BrewDog, Cowgate.
If it wasn't in the Cowgate and they had a few cask lines there would be little competition for title of best beer pub in Edinburgh. The persistent striving for new and interesting beers has breathed new life in to the beer scene in Scotland and their own beers are good value in today's market. Too many bars go for quantity over quality but there's no compromise here. Passionate and knowledgeable staff, great pizza's and food platters (again, not expensive) and a product list to die for. If you want wines and spirits you're limited, but this is a craft beer bar, and a great one at that. Despite being brick and metal the atmosphere, even when empty, is enjoyable.

Brauhaus, Lauriston Place.
The original Edinburgh 'craft beer bar' with a massive selection of bottled beers. Upped their game recently by sourcing more interesting beers outwith the usual channels too. A break from the trade tie on draught would do wonders, as would about 200sqft extra space. Alternatively making more seating space by taking away the massive sofa's that take up half the bar and sit 4 people. Interesting spirits selection and german style bar snacks. A little usurped by BrewDog, but still plenty of choice for the quality booze lover.

The Bow Bar, West Bow.
Feel free to take bets on how long Duechers IPA lasts in this bar, it can't have long left surely. Mind blowing array of whisky, excellent draught beer selection and small but quality bottle offering. Pies at lunch are a bonus and the staff know their stuff. That this pub is ever omitted from a 'best pub' list of Edinburgh is a travesty.

Nobles Bar, Dukes Street.
Where some fail, others succeed. Considered a dog of a site the new owners have worked wonders. It's eclectic styling, low lit atmospheric mood and cracking food make this a blinding place to be. The beer offering is varied and mostly local to Scotland and the staff are friendly and helpful (this shouldn't be a selling point, but far too many staff just aren't).

The Pond, Salamander Street.
The beers are good if limited (in bottle) and the draught is average. No food to speak of so technically this adheres to none of my own criteria. However, I don't really care. It's miles from anywhere useful in a pretty shitty end of the city next to something which has lots of lorries going in and out of it. It's still a really cool bar with a great atmosphere, and I know I'm not the only one who thinks that. Move it half a mile and you'd make a fortune? Well, would it be the same if you moved it....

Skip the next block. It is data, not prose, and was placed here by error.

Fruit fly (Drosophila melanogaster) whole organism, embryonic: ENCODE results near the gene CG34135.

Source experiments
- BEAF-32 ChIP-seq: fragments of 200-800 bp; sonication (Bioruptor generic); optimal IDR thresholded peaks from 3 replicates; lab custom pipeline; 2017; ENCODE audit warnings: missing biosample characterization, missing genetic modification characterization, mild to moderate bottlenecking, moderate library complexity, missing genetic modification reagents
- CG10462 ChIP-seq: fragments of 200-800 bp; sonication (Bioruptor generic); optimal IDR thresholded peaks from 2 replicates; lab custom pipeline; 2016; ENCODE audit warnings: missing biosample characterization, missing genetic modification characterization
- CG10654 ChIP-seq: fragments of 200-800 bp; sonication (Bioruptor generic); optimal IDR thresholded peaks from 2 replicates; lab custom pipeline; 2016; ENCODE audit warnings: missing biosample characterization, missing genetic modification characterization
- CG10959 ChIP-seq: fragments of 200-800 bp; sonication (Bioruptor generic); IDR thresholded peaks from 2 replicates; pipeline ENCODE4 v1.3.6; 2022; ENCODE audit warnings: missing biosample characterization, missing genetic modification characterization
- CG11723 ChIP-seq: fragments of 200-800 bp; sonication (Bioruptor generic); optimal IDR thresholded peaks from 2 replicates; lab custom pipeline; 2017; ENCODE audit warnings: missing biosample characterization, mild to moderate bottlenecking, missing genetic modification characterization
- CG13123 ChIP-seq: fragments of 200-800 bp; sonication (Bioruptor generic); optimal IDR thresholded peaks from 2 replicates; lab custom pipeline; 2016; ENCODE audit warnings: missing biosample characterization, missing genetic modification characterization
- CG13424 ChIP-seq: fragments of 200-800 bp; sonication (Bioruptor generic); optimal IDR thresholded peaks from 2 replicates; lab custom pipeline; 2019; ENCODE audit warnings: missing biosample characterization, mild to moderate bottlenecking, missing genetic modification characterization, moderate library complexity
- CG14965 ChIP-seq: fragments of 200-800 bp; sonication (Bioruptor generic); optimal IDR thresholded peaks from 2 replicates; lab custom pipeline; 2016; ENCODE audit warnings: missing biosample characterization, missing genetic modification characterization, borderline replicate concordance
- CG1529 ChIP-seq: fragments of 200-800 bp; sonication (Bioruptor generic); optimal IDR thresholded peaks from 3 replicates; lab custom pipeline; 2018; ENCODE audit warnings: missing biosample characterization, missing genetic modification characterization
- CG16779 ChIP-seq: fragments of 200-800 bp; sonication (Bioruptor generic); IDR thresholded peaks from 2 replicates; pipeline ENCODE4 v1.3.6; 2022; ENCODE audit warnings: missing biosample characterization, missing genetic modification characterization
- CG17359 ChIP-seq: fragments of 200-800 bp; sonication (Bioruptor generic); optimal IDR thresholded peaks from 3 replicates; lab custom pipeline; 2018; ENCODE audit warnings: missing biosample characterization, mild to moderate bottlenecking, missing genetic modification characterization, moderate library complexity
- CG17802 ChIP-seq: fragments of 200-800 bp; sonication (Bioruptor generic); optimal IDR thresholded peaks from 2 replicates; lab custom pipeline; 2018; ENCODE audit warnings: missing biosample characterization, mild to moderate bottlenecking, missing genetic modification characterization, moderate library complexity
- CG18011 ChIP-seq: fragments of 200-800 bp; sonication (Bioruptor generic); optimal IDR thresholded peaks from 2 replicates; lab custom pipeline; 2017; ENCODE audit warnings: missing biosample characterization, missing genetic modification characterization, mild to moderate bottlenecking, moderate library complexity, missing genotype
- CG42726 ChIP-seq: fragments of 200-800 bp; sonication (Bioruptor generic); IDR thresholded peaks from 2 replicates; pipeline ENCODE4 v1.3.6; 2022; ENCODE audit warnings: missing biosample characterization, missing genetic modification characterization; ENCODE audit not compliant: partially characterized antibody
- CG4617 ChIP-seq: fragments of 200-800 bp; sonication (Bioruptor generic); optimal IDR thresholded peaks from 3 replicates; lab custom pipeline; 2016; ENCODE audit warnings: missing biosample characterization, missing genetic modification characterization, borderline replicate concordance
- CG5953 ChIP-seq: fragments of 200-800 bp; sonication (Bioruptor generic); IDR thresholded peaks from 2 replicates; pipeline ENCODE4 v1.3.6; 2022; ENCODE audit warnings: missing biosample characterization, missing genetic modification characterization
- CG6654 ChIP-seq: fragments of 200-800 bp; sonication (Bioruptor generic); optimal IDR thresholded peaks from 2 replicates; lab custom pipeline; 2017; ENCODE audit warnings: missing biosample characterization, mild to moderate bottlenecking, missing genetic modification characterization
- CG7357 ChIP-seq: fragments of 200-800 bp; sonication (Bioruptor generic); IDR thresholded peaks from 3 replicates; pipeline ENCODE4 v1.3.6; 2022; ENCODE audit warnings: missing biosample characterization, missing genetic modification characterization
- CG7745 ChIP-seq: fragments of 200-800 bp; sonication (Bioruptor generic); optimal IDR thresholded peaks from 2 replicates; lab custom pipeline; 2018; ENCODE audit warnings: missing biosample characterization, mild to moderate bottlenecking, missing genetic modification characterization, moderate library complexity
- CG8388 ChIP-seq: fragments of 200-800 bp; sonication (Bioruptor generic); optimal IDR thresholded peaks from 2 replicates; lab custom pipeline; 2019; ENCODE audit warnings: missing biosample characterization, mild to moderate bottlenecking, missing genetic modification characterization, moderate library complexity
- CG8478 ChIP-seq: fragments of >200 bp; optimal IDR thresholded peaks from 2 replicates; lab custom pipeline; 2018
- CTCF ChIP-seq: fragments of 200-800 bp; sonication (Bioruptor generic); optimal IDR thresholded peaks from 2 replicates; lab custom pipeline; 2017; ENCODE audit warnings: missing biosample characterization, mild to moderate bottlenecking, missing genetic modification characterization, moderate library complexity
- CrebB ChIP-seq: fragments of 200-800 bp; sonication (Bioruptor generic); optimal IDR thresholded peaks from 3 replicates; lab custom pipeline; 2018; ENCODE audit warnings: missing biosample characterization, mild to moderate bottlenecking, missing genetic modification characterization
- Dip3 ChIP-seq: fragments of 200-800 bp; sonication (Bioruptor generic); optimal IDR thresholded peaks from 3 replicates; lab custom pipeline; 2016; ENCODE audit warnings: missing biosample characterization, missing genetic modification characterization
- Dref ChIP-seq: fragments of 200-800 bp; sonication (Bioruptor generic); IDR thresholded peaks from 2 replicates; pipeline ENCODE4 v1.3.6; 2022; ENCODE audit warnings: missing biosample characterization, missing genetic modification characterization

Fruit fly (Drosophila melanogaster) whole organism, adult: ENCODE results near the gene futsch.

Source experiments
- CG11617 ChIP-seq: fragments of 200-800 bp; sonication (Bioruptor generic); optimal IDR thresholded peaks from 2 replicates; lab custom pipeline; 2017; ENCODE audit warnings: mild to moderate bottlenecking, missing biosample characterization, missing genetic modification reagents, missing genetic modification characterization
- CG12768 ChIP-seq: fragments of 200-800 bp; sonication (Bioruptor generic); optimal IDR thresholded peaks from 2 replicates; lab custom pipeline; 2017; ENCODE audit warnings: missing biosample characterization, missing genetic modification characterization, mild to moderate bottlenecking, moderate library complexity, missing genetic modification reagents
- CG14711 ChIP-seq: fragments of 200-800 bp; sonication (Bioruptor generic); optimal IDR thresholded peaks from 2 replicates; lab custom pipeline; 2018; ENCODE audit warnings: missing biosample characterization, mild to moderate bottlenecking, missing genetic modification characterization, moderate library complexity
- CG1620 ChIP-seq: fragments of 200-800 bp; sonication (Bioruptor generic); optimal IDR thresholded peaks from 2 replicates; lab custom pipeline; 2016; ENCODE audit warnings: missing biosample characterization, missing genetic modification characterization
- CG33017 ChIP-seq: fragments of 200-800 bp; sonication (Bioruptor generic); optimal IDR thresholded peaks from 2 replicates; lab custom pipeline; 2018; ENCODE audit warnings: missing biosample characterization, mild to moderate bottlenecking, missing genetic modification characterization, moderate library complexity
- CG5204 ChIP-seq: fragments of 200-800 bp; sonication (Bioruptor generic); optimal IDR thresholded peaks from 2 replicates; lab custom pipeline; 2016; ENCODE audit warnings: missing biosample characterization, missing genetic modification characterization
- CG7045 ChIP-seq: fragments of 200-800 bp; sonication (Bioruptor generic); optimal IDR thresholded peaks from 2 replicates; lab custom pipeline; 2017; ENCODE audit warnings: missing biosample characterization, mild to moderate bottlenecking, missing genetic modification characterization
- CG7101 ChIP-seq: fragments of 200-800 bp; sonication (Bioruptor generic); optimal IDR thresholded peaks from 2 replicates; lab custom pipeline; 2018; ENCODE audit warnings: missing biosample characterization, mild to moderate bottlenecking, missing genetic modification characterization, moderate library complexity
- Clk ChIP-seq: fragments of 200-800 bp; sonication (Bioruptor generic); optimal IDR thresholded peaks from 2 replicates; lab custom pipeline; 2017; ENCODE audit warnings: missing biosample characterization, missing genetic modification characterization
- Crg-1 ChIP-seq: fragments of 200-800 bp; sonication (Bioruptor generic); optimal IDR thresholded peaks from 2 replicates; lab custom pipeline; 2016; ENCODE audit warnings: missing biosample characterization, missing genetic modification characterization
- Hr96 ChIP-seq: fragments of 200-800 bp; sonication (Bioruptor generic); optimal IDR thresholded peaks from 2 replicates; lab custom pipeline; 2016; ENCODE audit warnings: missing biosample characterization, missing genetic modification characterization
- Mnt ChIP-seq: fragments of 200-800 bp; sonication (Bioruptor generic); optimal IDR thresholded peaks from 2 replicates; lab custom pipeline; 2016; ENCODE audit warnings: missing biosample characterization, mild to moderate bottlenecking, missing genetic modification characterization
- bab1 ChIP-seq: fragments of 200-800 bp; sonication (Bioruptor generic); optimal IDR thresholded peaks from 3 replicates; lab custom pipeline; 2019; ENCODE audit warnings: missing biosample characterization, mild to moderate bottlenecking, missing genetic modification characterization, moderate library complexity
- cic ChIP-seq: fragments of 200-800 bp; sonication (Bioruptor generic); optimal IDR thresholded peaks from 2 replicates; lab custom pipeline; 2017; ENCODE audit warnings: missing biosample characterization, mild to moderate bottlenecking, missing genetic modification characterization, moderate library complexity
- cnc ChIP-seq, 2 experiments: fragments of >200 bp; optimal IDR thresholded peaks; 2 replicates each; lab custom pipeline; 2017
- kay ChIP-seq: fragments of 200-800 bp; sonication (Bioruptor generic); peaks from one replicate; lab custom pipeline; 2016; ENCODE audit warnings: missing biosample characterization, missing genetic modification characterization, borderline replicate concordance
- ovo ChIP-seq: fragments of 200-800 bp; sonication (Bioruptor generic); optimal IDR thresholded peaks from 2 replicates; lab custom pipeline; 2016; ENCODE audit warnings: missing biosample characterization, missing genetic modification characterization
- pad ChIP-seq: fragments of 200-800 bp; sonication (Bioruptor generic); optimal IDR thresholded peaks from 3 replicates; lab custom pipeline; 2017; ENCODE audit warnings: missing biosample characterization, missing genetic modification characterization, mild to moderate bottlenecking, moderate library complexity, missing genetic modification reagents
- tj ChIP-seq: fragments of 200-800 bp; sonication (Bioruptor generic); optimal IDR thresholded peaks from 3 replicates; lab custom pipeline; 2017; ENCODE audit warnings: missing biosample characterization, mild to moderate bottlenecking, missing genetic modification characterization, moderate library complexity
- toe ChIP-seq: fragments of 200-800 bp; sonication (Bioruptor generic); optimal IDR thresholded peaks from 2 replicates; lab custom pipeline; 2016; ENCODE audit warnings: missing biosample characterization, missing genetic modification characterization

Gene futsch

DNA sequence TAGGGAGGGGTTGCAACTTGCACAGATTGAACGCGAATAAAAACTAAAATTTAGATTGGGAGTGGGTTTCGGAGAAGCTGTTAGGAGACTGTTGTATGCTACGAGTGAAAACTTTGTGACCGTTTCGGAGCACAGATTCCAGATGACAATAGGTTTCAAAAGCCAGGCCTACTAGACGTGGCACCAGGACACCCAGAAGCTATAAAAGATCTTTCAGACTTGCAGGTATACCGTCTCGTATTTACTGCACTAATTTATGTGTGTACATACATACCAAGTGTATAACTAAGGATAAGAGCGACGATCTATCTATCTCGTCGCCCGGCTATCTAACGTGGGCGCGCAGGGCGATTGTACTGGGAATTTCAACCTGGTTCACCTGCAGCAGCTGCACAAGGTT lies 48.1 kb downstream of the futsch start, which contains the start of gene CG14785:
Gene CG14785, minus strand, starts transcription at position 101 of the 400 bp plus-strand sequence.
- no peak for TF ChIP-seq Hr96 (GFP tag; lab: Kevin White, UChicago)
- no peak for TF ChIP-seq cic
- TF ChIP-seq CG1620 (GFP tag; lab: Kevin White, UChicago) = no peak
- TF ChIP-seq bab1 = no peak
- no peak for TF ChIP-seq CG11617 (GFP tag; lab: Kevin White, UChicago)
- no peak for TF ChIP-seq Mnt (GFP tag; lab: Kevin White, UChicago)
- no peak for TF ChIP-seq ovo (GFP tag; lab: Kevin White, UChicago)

Other bars definitely worth a visit.... Tcheuchtars and Tcheuchtars Landing, Cumberland Bar, Bennets in Morningside, Blue Blazer, Joesph Pearce (and the others in that group, Boda, Sophies and Victoria), Cask and Barrel Southside, Kil-der-kin, Thomsons, Golden Rule, Abbotsford and the Staggs in Musselburgh (not in Edinburgh but a great beer pub).

I've probably missed a few too.


  1. Found the Beer at Hector's at Stockbridge rather good.

  2. Love a wee trip to Staggs in Musselburgh when I'm down visiting friends. Cracking pub.

    Will be sure to check out some of these pubs in Edinburgh too!

  3. Paul: I gave up drinking in Hectors, despite a decent selection, after having to take my umpteenth pint back for smelling and tasting of vinegar. Meantime London Pale Ale, BrewDog Edge and Thornbridge Jaipur all returned on seperate occasions for being so badly off they'd make you ill. Whilst I applaud the addition of Brooklyn Lager, I'd rather walk 2 minutes up the road and drink it in The Saint.